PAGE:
Language Preview. Chapter 1. Human Language Specialization. Origin of Language: Theories. Divine Gift Monogenetic theory Human Invention Echoic (imitative) Cries of nature Rhythmical grunts Love songs Evolution of Linguistic Capacity Anatomical Neurological. Creative System.
…more details coming at the end of the chapter…
He ain’t got none.
“Ungrammatical” means a native speaker would not have a reasonable expectation that the intended message will be understood
Language is generative (has creative potential).
Language is a set of arbitrary symbols.
The symbols have conventionalized meanings
The symbols are primarily vocal.
Language is essentially human.
Language is used for communication.
Language operates in a speech community or culture.
Language is acquired by all people in much the same way; language acquisition and language learning both have universal characteristics.
Language changes.Prove or Disprove…
“the system of operations for creating an indefinite number of sentences out of a finite number of elements”
“Linguistic theory is concerned primarily with an ideal speaker-listener, in a completely homogeneous speech-community, who knows its language perfectly and is unaffected by such grammatically irrelevant conditions as memory limitation, distractions, shifts of attention and interest, and errors in applying his [/her] knowledge of the language in actual performance.”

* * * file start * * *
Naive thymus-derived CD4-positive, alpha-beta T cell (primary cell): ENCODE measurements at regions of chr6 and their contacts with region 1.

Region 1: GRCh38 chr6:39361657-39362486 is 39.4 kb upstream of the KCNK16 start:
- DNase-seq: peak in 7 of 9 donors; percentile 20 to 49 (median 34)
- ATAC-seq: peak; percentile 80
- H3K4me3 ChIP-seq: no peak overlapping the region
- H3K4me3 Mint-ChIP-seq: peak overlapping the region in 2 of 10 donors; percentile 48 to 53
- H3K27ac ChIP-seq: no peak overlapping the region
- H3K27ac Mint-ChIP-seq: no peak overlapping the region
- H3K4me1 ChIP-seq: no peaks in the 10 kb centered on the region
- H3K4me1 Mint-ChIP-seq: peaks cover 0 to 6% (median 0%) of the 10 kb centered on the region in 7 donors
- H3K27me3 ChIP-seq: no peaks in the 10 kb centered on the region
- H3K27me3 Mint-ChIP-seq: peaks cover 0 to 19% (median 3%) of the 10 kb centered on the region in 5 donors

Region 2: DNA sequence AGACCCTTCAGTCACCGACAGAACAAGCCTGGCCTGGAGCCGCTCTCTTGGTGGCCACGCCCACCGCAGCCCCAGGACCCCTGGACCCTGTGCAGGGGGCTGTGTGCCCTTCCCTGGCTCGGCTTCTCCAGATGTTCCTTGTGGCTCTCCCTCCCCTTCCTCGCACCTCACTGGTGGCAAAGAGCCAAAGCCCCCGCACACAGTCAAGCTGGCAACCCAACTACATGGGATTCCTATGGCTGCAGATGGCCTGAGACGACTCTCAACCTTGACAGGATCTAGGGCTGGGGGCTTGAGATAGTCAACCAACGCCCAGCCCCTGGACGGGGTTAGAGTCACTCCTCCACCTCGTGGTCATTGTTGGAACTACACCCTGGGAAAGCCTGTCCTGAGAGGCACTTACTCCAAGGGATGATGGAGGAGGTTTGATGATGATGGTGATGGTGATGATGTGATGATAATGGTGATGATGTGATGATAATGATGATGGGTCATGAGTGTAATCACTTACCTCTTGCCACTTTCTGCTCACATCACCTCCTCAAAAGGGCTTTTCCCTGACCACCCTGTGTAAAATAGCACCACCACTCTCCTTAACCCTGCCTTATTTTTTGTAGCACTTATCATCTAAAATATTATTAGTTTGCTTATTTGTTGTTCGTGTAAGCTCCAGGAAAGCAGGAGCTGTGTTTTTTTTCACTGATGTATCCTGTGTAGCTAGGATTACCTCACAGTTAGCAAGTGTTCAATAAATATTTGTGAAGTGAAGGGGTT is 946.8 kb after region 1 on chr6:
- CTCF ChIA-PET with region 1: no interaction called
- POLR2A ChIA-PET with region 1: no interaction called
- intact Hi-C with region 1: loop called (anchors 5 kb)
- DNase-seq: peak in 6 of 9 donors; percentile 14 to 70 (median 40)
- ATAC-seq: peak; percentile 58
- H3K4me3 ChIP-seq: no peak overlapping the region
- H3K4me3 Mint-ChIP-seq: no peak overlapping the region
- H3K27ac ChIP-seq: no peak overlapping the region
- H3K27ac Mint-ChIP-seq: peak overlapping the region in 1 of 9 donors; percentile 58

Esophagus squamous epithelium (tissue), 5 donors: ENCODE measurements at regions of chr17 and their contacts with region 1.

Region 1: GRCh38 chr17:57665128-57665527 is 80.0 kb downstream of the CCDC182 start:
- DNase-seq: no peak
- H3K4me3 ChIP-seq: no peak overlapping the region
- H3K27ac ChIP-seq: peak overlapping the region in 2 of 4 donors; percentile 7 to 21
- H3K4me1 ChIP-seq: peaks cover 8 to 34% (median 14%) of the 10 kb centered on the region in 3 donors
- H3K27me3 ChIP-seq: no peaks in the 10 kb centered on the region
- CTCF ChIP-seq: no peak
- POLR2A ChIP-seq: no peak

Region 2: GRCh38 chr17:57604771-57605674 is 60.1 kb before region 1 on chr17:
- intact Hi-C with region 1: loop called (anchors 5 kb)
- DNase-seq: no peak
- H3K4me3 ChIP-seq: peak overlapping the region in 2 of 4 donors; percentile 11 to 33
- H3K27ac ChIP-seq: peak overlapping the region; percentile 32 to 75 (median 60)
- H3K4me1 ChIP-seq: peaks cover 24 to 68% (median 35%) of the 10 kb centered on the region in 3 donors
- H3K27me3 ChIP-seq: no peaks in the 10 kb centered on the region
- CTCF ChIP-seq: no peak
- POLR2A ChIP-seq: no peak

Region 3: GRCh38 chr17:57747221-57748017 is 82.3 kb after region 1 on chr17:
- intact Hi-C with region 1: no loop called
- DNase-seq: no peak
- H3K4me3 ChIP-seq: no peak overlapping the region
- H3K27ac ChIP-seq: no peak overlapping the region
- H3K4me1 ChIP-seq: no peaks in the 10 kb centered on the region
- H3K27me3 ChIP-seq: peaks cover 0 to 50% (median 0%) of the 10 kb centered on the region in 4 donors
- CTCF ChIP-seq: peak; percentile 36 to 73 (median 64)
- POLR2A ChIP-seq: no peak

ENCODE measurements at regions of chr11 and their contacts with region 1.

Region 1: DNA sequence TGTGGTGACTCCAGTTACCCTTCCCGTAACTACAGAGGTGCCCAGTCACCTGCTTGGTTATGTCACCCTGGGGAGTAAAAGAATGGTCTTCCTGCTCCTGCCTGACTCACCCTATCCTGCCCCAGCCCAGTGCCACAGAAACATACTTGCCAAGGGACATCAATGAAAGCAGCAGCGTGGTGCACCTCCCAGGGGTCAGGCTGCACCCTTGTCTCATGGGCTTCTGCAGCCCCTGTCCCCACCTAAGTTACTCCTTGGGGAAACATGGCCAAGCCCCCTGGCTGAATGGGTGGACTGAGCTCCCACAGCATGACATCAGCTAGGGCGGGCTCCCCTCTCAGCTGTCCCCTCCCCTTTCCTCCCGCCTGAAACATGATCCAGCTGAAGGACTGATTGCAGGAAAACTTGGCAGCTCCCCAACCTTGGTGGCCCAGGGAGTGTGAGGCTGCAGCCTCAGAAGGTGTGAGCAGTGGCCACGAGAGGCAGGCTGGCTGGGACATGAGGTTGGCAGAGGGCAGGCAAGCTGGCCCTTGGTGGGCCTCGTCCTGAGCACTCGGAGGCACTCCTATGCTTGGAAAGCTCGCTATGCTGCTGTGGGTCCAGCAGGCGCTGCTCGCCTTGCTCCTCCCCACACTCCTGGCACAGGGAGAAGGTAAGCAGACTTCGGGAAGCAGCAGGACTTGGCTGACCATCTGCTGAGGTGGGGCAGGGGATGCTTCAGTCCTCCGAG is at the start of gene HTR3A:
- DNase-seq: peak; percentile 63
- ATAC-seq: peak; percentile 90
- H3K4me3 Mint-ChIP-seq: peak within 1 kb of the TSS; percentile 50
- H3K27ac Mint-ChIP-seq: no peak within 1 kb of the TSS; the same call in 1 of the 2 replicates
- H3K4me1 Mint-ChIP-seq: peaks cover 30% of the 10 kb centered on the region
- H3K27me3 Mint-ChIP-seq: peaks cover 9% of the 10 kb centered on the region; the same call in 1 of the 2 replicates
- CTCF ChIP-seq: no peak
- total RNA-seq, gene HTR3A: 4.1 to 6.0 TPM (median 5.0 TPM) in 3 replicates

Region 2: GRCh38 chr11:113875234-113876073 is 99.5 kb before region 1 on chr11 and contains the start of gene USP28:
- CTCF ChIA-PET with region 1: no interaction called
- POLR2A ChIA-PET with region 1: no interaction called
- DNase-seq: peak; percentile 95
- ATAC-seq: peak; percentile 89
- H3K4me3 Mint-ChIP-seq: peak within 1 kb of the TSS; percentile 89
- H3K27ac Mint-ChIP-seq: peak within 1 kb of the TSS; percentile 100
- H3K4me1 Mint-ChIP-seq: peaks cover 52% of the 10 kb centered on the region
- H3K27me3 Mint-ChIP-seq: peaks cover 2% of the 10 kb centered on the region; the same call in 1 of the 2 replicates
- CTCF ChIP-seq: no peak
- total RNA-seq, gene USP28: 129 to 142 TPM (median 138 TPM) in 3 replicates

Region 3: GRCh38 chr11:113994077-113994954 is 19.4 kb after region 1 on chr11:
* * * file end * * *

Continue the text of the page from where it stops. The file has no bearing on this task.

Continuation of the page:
“A child from whom any and all of the grammatical sequences of a language might come with equal likelihood would be, of course, a social monster. Within the social matrix in which it acquires a system of grammar, a child acquires also a system of its use regarding persons, places, purposes, other modes of communication, etc.--all the components of the communicative events, together with attitudes and beliefs regarding them. There also develop patterns of the sequential use of language in conversation, address, standard routines, and the like. In such acquisition resides the child’s sociolinguistic competence (or more broadly, communicative competence), its ability to participate in its society as not only a speaking but also a communicating member.”